Substance abuse in the workplace is an issue in practically every sector of the economy. Addiction is boundless and one’s professional occupation provides neither predictive caveats nor a preordained pardon. Like any medical disease, what you do for a living is irrelevant.
Despite the difficulties addiction places on the workforce, from acutely quantifiable costs such as lost time and injury (or worse) to the fundamentally incalculable affects on corporate culture and widespread problems in lost productivity, addiction remains a taboo topic that many organizational cultures prefer to silence. Silence not because the impacts are minimal or unknown, and in many cases, not because of a lack of compassion for the employee. The issue remains silent because of a simple premise: we still do not understand how to address substance abuse as it arises. What criteria do we use to identify active addiction and/or alcoholism? Do we need to wait for a near miss or an actualized incident? A more relevant conundrum: how do I present the issue and mitigate the risks? Or in the words that many treatment professionals continue to hear from managers: when and how do I accuse my colleague of being an alcoholic or drug addict? Have you ever heard of someone being accused of having cancer? Accused of being diabetic? Of course not, they are oxymoronic statements by definition. These are cut and dried, black and white statements – you either have a disease or you don’t.
The painfully unsophisticated truth is that in many organizations addiction remains an issue considered easier to casually minimize than structurally address. Sometimes, we would prefer enduring problems that we understand rather than adopting solutions we don’t. Our self-imposed barriers established by a collective unwillingness to address an issue of epidemic proportions are perpetuating the problem. We should not understate the complexities either – many organizations have to deal with various levels of bureaucracy that add further challenges to addressing the issue. Some simply silence the concern based on a murky sense of dignity through anonymity. All of these factors have created a caste system of sorts that continue to allow addiction to thrive in our workplace systems, much in the same way as it does in our family and communal systems.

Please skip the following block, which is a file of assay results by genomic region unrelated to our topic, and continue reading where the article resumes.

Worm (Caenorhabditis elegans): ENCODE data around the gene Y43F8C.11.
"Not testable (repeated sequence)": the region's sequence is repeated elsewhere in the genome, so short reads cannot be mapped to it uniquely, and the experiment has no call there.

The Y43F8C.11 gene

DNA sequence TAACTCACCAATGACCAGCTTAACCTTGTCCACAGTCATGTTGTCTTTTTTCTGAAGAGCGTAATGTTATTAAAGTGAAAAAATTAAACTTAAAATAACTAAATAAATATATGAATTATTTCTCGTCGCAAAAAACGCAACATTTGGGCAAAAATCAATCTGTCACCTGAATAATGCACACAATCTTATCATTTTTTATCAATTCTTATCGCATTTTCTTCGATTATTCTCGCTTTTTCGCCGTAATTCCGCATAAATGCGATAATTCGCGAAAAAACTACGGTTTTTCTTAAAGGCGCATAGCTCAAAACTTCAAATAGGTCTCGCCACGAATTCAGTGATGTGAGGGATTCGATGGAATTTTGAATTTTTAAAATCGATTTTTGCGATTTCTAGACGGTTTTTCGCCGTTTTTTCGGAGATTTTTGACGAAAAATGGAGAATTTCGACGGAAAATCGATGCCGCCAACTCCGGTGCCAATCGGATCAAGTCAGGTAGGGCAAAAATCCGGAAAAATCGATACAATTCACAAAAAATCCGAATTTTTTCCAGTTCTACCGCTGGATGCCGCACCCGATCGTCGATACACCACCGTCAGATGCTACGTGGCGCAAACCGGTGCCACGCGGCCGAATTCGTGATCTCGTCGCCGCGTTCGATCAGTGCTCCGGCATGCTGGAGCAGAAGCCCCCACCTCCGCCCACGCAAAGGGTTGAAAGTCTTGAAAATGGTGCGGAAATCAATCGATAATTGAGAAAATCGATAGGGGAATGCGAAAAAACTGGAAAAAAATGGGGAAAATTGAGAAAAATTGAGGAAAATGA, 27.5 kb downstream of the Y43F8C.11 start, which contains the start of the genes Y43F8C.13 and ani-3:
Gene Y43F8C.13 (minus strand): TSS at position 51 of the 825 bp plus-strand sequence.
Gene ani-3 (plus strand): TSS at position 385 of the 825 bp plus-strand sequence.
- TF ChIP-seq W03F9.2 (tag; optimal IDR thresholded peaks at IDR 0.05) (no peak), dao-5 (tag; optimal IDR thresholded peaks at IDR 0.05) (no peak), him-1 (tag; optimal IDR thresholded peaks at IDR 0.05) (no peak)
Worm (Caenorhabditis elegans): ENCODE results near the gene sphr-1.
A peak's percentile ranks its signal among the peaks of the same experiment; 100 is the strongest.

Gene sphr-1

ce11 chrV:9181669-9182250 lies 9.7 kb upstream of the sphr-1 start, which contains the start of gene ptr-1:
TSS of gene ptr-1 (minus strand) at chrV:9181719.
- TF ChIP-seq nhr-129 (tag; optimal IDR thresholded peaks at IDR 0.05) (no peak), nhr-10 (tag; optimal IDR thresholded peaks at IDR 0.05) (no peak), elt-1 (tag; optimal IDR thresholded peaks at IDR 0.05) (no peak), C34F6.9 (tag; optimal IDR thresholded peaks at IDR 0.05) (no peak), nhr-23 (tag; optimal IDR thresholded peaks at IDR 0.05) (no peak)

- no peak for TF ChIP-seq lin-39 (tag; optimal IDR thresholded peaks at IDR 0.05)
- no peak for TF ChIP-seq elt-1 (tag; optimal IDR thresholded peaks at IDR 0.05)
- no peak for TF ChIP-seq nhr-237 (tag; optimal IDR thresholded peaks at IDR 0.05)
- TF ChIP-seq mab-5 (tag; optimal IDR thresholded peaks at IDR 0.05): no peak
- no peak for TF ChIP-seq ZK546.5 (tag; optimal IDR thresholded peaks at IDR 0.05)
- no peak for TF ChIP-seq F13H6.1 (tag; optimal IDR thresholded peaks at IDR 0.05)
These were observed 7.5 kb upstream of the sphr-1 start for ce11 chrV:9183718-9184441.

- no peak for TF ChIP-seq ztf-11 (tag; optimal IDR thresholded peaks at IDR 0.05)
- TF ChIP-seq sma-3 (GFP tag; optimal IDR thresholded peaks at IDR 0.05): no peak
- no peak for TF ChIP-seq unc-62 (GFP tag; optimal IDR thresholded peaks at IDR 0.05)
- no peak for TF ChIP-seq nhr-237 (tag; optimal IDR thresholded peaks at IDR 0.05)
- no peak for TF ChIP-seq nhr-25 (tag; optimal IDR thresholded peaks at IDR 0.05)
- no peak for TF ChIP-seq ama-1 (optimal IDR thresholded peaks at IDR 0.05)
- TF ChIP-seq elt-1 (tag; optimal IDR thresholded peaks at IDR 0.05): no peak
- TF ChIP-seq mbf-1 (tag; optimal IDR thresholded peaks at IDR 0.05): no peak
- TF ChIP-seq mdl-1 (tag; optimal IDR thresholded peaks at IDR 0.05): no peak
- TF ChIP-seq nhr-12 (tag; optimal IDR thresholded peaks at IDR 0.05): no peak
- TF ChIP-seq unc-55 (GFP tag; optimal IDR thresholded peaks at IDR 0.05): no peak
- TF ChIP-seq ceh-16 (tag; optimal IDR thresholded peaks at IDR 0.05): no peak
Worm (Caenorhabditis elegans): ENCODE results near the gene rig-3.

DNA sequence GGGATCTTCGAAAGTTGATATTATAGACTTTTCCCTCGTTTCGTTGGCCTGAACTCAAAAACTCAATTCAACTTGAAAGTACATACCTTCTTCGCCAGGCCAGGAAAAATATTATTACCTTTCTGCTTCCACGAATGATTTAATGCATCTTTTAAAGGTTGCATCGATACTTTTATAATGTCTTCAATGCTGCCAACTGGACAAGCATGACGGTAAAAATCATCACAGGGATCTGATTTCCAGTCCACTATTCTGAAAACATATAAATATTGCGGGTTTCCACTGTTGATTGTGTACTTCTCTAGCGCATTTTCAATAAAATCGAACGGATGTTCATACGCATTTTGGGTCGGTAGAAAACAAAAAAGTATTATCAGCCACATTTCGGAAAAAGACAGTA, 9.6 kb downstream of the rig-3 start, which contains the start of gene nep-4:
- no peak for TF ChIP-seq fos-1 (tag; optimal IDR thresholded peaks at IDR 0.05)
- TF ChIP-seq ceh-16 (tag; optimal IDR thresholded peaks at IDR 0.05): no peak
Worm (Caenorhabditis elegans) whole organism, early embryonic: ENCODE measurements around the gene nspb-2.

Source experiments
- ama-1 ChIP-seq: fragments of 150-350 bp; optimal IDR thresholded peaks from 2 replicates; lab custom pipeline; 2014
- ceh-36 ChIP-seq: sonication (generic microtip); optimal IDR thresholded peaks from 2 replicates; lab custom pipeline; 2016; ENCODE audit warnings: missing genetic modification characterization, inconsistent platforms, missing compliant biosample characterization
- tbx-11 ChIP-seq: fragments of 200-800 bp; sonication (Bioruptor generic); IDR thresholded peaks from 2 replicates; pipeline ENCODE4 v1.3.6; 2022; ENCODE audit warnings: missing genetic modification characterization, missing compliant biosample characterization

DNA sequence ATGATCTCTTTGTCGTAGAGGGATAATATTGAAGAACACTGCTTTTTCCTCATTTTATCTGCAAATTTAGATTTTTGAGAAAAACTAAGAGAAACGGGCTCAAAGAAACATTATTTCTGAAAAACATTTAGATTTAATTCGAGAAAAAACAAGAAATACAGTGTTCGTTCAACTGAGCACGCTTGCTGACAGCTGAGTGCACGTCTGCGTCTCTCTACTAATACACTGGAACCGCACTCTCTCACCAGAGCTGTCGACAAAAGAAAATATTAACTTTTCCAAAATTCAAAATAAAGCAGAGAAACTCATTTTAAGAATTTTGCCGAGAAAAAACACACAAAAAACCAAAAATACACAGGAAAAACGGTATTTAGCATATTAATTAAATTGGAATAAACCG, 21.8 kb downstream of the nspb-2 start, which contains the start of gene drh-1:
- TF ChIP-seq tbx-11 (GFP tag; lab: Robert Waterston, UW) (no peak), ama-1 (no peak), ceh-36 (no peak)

Treatment professionals often refer to the “alcoholic or addicted family”, and for good reason – consider these groups the petri dish of addiction, a confined setting harnessing the required environmental dynamics needed for addiction to endure over time. For the disease to sustain long term, it takes more than just the addict. In the case of our workplace environments, it requires an atmosphere that allows the symptoms to thrive, and silence provides just that. It permeates the basic day to day operations that enable organizational structures and processes to account for the addict rather than treating the addiction.
A first step in preventing such a prime environment for addiction to flourish in our workforce is to educate ourselves away from work. Let’s remember, addiction does not have an off switch that adjusts in sync with our timecards, and neither do the preconceived notions we take with us to work.
In order to educate our methods when addressing the issue of addiction in the workplace, it is imperative we evaluate and inform the perceptions we bring to the workplace.
About Carson McPherson
I am and do many things, but most importantly I am a father of two beautiful young girls and the proud husband to an amazing wife. As you'll see from my blog as time goes on, addiction has played a central role in my family for generations and has become the passion for which I base my work today. Enjoy and engage!